Bishop Lawrence Brandt of the Catholic Diocese of Greensburg has declared that religious sisters from communities whose leaders endorsed the final version of the national health care reform bill can no longer promote their recruitment events in his parishes or in the diocesan newspaper.
"He has the right to disapprove a request from a religious community that wants to host a recruitment event when that community has taken a public stance in opposition to the Church's teaching on human life," said diocesan spokesman Jerry Zufelt.
"Furthermore an environment of dissent and public opposition to the positions of the U.S. Catholic bishops does not provide an appropriate seedbed for vocations."
But the sisters say they support church teaching on abortion, and disagreed only with the bishops' analysis of how the bill would affect abortion coverage.
"Based on our prayerful discernment and careful research with other Catholic-based groups and agencies advocating for comprehensive health care reform, we believe that the bill indicated that there will be no public funding for abortions and that it would not violate doctrinal and moral teachings of the Church," said Sister Mary Pellegrino, moderator of the leadership team of the Sisters of St. Joseph of Baden. With the Sisters of Charity of Seton Hill in Greensburg, hers is one of two local communities whose leaders signed a March 17 statement drafted by the Catholic social justice lobby Network.
Although the bishops wanted universal health care, they believed the bill contained loopholes that would undercut a 34-year ban on federal funding of elective abortions, and that President Barack Obama's executive order extending that ban to the health plan wouldn't be legally enforceable.
The sisters are welcome to continue working in the diocese, and the bishop is in dialogue with them about resolving the recruitment problem, Mr. Zufelt said.
"This situation is fluid. Things aren't set in concrete," he said.
The Sisters of St. Joseph learned of Bishop Brandt's order after they asked the diocese to promote their "Explore" weekend for teenage girls who want to know what it's like to be a sister. Subsequently, on April 8, Msgr. Lawrence Persico, vicar general of the diocese, e-mailed all priests and parish leaders, saying that communities whose leaders signed the Network statement could not promote their vocations events in any parish, in the diocesan newspaper or at diocesan events.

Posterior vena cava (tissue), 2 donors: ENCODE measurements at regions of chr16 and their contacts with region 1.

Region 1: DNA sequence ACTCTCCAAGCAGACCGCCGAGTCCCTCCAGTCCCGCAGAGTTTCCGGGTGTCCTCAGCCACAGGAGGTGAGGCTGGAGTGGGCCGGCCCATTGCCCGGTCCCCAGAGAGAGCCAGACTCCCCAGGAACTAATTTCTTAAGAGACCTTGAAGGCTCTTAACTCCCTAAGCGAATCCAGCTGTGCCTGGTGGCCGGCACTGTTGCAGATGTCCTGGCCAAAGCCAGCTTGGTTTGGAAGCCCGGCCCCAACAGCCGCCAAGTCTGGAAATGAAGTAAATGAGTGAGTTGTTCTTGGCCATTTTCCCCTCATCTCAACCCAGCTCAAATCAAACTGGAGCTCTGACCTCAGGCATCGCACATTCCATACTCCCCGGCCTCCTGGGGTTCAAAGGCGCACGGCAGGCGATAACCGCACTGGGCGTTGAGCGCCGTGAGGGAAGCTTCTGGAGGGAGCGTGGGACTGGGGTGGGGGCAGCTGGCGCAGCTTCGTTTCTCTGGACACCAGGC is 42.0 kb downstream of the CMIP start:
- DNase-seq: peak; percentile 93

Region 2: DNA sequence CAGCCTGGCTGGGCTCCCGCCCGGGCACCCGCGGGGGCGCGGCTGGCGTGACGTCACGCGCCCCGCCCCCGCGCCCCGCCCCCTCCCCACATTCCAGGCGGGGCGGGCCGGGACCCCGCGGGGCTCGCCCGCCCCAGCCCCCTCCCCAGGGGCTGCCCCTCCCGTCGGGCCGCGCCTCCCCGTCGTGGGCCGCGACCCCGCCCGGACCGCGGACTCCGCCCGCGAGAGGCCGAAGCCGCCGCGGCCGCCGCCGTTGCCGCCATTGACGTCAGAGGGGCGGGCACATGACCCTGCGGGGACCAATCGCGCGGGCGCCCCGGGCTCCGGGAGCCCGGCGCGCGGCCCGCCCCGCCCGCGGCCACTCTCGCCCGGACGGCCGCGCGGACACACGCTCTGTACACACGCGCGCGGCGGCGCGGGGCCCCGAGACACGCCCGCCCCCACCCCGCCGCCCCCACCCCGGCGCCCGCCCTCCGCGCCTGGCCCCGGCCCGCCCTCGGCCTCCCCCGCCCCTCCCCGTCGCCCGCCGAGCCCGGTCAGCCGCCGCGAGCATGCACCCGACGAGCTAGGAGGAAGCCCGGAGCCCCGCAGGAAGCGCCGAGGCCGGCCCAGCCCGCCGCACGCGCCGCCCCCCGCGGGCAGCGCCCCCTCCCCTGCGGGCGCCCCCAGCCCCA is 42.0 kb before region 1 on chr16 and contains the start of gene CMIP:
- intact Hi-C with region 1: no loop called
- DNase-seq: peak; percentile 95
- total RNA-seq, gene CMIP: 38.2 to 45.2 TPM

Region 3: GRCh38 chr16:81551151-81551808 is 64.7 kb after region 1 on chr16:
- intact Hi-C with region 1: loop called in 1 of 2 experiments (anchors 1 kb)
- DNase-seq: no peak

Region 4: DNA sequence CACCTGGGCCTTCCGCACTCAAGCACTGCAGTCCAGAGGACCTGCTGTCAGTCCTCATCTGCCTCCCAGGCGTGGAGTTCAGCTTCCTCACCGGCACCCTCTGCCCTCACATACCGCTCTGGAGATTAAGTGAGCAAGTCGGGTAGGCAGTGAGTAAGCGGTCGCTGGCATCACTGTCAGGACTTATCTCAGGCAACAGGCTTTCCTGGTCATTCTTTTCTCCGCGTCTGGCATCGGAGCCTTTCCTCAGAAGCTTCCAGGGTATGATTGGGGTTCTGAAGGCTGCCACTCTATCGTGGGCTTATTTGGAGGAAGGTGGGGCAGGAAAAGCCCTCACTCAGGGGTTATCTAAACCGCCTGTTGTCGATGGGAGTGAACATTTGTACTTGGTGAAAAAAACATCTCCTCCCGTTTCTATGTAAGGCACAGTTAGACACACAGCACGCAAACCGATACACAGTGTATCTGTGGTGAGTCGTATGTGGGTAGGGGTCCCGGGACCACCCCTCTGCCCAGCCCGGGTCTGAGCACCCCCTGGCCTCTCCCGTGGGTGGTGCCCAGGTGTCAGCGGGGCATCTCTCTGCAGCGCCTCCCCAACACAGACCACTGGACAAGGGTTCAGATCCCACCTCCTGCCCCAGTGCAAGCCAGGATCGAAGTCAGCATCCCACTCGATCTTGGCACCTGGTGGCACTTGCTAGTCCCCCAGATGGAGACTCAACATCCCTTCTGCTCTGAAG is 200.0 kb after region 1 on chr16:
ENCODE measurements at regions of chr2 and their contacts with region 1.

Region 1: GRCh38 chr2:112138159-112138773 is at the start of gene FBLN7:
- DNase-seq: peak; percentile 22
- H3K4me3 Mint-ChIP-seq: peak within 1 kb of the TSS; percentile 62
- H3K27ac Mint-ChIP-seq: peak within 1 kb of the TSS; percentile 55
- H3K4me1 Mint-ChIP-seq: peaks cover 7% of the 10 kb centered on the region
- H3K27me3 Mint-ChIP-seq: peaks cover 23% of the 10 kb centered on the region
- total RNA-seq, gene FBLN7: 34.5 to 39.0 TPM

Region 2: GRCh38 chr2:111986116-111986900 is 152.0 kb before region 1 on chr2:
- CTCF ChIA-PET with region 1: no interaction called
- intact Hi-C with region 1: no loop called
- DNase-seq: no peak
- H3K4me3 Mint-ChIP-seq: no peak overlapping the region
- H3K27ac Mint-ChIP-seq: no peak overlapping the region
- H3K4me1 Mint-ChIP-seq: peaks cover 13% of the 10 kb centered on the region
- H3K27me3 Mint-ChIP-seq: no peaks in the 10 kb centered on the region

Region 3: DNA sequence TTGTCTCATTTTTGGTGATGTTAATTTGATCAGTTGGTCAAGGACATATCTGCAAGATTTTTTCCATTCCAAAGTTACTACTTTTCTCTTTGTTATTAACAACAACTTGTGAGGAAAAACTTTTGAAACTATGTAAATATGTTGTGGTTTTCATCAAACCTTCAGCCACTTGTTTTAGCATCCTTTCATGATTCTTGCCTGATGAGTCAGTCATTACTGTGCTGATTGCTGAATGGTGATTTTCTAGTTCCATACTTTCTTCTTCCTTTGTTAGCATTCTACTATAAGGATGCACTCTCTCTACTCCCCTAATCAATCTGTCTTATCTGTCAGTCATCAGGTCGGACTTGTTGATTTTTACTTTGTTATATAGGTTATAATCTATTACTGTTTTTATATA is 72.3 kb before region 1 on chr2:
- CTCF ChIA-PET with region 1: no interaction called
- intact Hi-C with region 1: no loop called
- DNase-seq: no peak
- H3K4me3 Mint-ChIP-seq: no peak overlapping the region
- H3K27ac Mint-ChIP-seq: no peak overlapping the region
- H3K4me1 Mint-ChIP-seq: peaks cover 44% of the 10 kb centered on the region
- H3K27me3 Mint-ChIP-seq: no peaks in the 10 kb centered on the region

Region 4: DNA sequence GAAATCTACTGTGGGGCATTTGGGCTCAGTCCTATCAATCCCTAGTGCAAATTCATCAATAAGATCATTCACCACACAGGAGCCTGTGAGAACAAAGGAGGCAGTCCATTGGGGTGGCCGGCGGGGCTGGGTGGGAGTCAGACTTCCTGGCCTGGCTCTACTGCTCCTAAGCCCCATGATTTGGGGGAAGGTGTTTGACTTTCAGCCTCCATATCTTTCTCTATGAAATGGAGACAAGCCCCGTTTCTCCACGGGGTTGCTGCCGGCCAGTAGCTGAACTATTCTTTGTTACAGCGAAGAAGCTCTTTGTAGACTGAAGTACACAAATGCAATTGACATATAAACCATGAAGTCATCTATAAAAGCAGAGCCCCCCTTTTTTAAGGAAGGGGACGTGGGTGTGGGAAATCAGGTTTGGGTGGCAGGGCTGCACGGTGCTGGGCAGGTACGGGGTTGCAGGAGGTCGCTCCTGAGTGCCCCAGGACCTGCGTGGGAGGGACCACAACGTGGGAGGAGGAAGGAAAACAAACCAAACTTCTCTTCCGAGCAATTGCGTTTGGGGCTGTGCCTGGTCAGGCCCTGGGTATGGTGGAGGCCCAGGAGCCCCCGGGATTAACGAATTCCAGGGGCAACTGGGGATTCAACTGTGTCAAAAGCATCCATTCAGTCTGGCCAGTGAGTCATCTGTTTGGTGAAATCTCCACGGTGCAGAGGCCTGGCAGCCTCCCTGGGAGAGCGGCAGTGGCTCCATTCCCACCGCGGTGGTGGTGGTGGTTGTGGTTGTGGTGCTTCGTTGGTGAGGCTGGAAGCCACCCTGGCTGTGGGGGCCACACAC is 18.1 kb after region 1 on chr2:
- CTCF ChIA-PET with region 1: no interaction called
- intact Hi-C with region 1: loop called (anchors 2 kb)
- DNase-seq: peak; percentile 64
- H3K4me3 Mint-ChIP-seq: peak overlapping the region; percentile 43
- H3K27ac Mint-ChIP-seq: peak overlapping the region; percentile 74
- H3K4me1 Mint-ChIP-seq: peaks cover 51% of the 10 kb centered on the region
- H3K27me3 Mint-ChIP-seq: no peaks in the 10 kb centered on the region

The Network letter took issue with the bishops' analysis of the health reform bill.
"While it is an imperfect measure, it is a crucial next step in realizing health care for all," the statement said. "And despite false claims to the contrary, the Senate bill will not provide taxpayer funding for elective abortions. It will uphold long-standing conscience protections and it will make historic new investments -- $250 million -- in support of pregnant women. This is the REAL pro-life stance, and we as Catholics are all for it."
It was signed by more than 60 sisters, many of them community superiors, and by the president of the Leadership Conference of Women Religious, which includes the superiors of most women's communities in the U.S. The next day the much smaller Council of Major Superiors of Women Religious spoke out in opposition to the health care bill, for the same reasons as the bishops.
Bob Fetter, director of public relations for the Sisters of Charity of Seton Hill, said the sisters had no intention of opposing church teaching on abortion.
"Ultimately we sit on the same side of these beliefs as the bishop does. This wasn't something that was done to try to divide the church," he said.
Mr. Fetter said that when Sister Vivien Linkhauer, the provincial superior, signed the letter, she was unaware of how strongly the bishops opposed the bill.
"Had she known that there was strong opposition there, it may have had a different outcome," he said.
Although Bishop David Zubik has taken no action, "he does intend to have a pastoral conversation with those who signed the statement ... to find out why they signed," said the Rev. Ronald Lengwin, spokesman for the Diocese of Pittsburgh.
Ann Rodgers: firstname.lastname@example.org or 412-263-1416.